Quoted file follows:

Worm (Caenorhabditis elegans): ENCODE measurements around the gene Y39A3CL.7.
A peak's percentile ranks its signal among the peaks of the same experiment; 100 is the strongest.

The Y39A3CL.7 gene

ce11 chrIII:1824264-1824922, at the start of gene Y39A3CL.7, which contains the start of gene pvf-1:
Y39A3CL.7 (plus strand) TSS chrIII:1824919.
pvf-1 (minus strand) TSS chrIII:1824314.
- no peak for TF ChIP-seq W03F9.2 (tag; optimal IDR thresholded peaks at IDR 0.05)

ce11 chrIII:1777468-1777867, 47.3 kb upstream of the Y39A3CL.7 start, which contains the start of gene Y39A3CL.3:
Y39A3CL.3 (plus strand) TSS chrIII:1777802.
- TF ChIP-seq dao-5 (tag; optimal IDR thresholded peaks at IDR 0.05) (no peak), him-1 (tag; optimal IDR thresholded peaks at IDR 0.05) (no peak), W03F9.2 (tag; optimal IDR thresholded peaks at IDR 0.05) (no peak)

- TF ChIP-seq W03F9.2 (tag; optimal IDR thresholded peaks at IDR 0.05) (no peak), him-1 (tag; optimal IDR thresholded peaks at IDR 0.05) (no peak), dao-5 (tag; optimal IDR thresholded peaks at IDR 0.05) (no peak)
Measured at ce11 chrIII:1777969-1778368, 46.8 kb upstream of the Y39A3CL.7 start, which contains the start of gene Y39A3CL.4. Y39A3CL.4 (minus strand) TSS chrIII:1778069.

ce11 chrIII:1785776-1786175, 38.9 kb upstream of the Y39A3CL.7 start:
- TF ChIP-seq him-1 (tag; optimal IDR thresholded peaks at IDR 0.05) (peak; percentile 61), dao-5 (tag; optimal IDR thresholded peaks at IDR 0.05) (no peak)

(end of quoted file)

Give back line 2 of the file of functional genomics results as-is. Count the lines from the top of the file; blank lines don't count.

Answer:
A peak's percentile ranks its signal among the peaks of the same experiment; 100 is the strongest.